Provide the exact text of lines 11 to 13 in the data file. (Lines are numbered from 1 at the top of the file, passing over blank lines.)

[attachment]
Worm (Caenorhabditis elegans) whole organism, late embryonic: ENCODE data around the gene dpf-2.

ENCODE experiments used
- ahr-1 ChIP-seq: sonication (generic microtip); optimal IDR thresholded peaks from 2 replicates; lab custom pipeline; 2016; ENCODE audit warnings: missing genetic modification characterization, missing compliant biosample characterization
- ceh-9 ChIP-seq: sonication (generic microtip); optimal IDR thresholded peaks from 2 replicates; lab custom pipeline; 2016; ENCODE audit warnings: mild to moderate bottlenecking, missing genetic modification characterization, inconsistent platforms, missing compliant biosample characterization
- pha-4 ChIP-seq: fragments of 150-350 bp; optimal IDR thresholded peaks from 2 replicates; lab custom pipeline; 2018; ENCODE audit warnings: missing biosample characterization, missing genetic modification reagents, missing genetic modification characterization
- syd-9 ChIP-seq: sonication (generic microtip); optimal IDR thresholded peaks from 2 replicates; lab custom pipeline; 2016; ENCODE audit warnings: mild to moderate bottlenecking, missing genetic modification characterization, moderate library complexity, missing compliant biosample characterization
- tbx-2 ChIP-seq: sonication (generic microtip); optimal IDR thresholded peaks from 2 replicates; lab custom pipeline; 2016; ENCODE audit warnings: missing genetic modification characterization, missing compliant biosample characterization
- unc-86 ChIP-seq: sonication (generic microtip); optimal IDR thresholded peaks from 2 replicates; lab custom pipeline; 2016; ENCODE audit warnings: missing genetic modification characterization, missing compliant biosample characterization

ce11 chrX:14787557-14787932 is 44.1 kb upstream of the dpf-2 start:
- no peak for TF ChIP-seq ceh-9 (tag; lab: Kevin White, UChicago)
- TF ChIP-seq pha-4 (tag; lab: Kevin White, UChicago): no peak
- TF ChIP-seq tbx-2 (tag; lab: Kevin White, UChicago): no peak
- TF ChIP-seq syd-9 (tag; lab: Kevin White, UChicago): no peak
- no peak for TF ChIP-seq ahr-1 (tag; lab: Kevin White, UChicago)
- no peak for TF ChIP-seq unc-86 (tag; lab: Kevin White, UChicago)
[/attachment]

- TF ChIP-seq pha-4 (tag; lab: Kevin White, UChicago): no peak
- TF ChIP-seq tbx-2 (tag; lab: Kevin White, UChicago): no peak
- TF ChIP-seq syd-9 (tag; lab: Kevin White, UChicago): no peak